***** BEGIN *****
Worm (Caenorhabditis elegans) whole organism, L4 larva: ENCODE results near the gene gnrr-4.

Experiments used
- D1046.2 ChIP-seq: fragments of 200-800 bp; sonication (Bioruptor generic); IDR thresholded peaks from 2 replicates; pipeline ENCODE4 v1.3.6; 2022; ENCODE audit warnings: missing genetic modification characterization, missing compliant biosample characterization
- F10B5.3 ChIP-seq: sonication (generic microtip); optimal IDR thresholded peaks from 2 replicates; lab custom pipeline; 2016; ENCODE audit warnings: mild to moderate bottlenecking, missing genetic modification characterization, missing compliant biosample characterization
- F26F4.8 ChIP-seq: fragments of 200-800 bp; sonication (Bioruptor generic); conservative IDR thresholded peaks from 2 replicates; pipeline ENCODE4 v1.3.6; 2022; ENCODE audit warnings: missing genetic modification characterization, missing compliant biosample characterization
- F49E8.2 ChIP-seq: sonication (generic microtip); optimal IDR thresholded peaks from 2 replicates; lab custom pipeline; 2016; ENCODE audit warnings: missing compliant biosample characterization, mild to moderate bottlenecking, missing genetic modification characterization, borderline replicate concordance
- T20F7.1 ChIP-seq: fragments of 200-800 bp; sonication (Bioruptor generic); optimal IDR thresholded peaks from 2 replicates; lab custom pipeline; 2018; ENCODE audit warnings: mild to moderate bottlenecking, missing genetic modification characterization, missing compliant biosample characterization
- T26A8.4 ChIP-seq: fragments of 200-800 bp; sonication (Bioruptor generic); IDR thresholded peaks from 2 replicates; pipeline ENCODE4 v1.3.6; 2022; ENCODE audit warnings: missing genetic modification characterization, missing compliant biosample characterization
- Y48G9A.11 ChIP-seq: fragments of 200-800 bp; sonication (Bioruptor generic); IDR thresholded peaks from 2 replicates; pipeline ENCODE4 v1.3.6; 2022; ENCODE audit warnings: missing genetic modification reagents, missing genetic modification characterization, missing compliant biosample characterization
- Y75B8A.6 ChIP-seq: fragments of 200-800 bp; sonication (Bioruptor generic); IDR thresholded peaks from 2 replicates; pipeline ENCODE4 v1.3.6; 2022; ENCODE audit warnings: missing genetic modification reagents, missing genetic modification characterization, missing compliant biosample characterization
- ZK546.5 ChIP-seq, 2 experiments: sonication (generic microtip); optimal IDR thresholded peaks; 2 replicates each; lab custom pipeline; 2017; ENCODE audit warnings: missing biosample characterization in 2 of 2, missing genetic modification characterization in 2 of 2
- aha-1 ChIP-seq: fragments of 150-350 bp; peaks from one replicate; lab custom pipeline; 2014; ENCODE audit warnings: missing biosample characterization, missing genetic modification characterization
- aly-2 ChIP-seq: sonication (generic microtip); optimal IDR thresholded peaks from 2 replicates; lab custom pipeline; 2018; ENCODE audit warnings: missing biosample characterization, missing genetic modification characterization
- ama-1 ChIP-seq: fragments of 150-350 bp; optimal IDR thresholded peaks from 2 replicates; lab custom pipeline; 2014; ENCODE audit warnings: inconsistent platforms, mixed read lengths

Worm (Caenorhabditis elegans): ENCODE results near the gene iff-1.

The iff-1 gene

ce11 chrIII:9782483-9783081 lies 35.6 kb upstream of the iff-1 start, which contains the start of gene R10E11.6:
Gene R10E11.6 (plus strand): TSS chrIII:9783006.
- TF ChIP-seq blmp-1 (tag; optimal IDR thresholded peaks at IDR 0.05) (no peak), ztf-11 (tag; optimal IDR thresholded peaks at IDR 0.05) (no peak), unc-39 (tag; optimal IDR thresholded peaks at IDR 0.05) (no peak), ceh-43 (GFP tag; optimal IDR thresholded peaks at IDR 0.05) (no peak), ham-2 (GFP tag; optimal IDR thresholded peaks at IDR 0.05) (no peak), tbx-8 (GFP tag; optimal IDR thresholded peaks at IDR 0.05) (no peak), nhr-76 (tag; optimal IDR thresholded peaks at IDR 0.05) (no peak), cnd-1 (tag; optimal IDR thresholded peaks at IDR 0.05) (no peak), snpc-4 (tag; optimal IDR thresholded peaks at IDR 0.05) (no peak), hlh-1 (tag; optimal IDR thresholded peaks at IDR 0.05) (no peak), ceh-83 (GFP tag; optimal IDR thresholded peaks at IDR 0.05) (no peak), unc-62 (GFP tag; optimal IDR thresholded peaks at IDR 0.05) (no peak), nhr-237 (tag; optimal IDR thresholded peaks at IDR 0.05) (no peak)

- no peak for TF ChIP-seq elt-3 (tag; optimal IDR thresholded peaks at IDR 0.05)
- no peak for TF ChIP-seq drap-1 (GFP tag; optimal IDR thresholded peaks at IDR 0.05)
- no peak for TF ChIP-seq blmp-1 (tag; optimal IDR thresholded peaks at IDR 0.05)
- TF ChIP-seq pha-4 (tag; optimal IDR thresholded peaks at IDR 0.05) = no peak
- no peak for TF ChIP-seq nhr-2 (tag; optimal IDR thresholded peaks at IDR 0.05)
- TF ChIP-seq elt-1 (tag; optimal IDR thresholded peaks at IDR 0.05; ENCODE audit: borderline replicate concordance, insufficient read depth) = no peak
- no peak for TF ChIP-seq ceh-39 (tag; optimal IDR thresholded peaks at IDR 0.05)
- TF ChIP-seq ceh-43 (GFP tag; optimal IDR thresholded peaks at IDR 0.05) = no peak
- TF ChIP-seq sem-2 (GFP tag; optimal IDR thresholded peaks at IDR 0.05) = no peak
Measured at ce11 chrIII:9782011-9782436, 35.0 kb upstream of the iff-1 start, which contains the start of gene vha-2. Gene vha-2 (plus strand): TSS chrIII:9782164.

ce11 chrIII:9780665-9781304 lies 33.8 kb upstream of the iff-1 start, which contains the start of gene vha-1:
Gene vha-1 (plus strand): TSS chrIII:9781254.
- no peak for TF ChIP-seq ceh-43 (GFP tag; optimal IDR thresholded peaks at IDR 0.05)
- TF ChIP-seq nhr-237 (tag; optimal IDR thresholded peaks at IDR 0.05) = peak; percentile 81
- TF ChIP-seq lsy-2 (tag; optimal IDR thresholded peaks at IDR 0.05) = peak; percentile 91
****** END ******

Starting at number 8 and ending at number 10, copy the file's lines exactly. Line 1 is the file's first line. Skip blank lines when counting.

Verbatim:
- T26A8.4 ChIP-seq: fragments of 200-800 bp; sonication (Bioruptor generic); IDR thresholded peaks from 2 replicates; pipeline ENCODE4 v1.3.6; 2022; ENCODE audit warnings: missing genetic modification characterization, missing compliant biosample characterization
- Y48G9A.11 ChIP-seq: fragments of 200-800 bp; sonication (Bioruptor generic); IDR thresholded peaks from 2 replicates; pipeline ENCODE4 v1.3.6; 2022; ENCODE audit warnings: missing genetic modification reagents, missing genetic modification characterization, missing compliant biosample characterization
- Y75B8A.6 ChIP-seq: fragments of 200-800 bp; sonication (Bioruptor generic); IDR thresholded peaks from 2 replicates; pipeline ENCODE4 v1.3.6; 2022; ENCODE audit warnings: missing genetic modification reagents, missing genetic modification characterization, missing compliant biosample characterization